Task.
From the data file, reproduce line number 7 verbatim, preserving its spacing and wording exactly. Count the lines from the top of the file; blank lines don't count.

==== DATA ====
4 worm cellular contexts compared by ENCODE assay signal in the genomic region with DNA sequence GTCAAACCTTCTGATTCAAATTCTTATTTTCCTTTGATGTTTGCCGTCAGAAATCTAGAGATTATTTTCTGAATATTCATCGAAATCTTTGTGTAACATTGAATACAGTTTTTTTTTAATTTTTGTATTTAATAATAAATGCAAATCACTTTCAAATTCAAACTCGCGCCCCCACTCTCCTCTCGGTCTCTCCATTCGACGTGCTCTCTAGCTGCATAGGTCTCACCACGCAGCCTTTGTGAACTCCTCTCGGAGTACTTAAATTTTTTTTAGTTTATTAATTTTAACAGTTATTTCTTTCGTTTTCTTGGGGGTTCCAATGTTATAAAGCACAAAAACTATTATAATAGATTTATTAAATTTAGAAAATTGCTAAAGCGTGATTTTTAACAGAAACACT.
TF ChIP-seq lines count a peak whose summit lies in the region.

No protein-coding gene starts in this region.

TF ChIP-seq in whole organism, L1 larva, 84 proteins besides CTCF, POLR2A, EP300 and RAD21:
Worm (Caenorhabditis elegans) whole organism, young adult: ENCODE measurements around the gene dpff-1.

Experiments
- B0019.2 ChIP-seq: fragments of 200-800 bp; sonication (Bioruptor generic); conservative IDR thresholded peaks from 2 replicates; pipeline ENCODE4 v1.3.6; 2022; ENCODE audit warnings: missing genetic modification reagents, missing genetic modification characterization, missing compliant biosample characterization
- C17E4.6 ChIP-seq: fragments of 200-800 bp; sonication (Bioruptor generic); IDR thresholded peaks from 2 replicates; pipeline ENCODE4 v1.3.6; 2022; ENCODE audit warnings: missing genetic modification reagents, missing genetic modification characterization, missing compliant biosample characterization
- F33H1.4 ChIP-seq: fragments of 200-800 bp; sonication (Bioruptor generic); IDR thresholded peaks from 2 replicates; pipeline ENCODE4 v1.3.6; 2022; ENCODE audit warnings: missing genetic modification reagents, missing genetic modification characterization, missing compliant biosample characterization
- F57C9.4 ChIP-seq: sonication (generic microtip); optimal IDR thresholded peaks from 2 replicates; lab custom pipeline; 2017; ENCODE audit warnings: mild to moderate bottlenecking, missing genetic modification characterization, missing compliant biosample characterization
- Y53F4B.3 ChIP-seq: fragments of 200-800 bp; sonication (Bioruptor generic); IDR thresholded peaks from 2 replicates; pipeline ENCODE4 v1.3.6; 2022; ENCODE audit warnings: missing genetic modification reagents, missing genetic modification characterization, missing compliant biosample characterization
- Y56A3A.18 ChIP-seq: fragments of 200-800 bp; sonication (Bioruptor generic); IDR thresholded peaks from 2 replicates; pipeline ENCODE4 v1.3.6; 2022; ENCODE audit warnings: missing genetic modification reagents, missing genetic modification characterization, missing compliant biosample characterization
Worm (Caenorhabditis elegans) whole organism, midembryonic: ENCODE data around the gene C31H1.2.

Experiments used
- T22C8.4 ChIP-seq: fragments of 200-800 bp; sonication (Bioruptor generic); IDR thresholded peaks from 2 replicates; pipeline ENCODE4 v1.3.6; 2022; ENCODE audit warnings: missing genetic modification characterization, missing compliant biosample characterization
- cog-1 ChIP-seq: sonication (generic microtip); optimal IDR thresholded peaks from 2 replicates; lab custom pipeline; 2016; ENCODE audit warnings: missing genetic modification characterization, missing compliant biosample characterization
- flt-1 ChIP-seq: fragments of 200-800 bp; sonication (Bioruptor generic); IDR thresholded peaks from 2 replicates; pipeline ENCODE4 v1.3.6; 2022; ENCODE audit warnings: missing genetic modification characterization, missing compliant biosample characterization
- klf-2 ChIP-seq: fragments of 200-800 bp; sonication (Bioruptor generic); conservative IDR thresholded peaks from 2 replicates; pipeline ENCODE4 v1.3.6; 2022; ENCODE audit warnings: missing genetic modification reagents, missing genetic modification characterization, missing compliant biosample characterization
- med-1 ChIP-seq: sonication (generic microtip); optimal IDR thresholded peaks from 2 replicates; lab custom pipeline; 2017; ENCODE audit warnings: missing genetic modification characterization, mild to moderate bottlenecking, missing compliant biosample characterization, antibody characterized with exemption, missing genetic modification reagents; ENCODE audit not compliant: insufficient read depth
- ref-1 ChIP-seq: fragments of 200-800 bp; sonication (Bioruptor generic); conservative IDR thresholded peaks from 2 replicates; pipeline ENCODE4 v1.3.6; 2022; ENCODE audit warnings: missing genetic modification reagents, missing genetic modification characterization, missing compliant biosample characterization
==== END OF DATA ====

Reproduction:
- B0019.2 ChIP-seq: fragments of 200-800 bp; sonication (Bioruptor generic); conservative IDR thresholded peaks from 2 replicates; pipeline ENCODE4 v1.3.6; 2022; ENCODE audit warnings: missing genetic modification reagents, missing genetic modification characterization, missing compliant biosample characterization